"We had almost reached it. Then came a rain of blows from a collapsing financial world that required all our energies to preserve our very foundations, let alone to perfect our superstructure.

"My conviction is that we have the productive capacity, we have the natural resources by which there is and can be a standard of living below which every American citizen who is willing to work should be asked to go. And with it should be security - security in his job for every man. By that we abolish fear, and fear is the greatest of all human torments and the greatest limitation on spiritual and intellectual liberty.

"Then from that minimum standard, which should include good food, good clothes, decent, self-respecting housing, education of children and leisure to develop personality, men should be allowed to grow according to their talents. That liberty is the most precious possession of society. We have fought for it through a century and a half - the liberty of every man to make of himself what he will and to go as far up as he can, provided he goes honestly and gives service to society for what he gets."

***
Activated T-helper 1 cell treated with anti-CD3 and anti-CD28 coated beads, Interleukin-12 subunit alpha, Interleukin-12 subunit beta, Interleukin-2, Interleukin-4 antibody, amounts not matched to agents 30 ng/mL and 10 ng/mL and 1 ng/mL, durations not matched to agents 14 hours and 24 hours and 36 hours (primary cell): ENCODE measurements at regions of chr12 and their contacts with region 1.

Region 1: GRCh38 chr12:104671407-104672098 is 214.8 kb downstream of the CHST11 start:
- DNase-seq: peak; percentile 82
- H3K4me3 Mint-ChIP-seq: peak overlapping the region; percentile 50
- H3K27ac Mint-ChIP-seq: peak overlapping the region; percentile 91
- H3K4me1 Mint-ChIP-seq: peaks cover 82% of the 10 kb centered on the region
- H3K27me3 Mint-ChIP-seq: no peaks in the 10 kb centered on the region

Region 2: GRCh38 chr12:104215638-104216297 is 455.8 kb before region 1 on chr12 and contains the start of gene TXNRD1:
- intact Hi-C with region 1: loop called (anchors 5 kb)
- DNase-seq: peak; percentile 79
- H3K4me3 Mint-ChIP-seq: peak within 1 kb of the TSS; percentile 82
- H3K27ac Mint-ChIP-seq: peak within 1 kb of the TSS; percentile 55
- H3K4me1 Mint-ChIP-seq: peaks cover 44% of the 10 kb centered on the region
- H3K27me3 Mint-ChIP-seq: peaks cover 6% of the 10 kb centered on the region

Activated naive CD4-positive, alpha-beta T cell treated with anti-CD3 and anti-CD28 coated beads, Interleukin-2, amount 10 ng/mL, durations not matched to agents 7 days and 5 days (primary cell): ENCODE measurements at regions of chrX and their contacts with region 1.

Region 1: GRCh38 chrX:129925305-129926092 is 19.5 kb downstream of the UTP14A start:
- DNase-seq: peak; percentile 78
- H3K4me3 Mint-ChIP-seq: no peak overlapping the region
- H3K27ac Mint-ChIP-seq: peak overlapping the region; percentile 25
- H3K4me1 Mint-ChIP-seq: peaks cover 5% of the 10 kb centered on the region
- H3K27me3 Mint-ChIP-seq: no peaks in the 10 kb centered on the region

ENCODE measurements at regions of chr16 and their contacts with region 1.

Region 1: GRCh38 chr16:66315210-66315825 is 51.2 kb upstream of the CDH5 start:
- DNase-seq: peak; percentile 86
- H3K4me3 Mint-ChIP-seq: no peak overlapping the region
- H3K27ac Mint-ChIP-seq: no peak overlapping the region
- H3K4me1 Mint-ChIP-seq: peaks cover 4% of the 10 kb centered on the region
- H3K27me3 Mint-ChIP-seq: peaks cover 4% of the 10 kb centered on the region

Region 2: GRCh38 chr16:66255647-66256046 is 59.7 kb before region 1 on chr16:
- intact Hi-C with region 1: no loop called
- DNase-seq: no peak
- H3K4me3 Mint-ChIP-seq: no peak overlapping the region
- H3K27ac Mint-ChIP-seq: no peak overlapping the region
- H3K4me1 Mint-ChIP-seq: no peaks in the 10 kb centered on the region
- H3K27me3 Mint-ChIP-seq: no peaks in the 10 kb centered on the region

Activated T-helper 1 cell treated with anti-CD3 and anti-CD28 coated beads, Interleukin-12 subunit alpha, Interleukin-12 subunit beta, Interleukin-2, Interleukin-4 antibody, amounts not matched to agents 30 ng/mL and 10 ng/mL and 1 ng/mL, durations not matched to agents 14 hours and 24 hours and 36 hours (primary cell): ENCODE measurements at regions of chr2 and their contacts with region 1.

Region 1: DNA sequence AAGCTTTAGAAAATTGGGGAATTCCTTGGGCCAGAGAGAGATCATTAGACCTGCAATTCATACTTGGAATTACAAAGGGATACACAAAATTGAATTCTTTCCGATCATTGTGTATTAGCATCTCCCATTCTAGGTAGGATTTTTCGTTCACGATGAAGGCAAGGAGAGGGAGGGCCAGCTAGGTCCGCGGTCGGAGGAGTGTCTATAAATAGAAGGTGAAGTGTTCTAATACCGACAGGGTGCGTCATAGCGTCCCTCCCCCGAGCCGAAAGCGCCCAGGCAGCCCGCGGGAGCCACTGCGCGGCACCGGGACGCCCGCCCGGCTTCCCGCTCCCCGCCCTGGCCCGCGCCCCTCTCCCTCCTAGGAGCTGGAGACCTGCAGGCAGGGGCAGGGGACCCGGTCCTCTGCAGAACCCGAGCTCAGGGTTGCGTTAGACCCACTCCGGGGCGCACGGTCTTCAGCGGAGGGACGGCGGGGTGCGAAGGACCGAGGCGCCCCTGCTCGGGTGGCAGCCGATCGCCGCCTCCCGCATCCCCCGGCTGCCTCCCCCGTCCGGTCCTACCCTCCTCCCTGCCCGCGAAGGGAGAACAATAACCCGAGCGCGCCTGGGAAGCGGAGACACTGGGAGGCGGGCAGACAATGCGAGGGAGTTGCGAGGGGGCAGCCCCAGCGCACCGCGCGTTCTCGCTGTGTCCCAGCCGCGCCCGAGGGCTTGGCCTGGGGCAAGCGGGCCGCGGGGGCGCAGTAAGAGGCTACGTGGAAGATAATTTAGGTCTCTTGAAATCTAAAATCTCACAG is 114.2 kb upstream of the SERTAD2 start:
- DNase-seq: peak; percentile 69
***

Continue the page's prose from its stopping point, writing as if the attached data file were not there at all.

"It is that liberty," interrupted his friend, "which Communism denies and which Socialism would restrict.."

The President cut in with:

"Any proposal which regiments up the people as a bureaucracy to work for the government is not only an immediate limitation upon their liberty but upon the expansion of their individuality. Furthermore, proposals to regiment the people under bureaucracy contain in them the seeds of unquestioned limitations of liberty through domination of freedom of speech, freedom of the press, freedom of political action and all other freedom. Progress to our immediate ideals must be made in part through government in the regulation of the forces that would undermine equal opportunity to men. Progress must be achieved through better organization of economic forces outside of government. But our aims must be attained chiefly through guidance of the evolutionary growth of organized society outside of bureaucratic regimentation of men. Democracy will never survive if we take that course. But these ends can be obtained. It must be done. A matter of primary importance in the organic development of society is the maintenance of the spirit of ideals. That spirit can be awakened. It has been awakened.

"With democracy not as a political system but as a way of life?"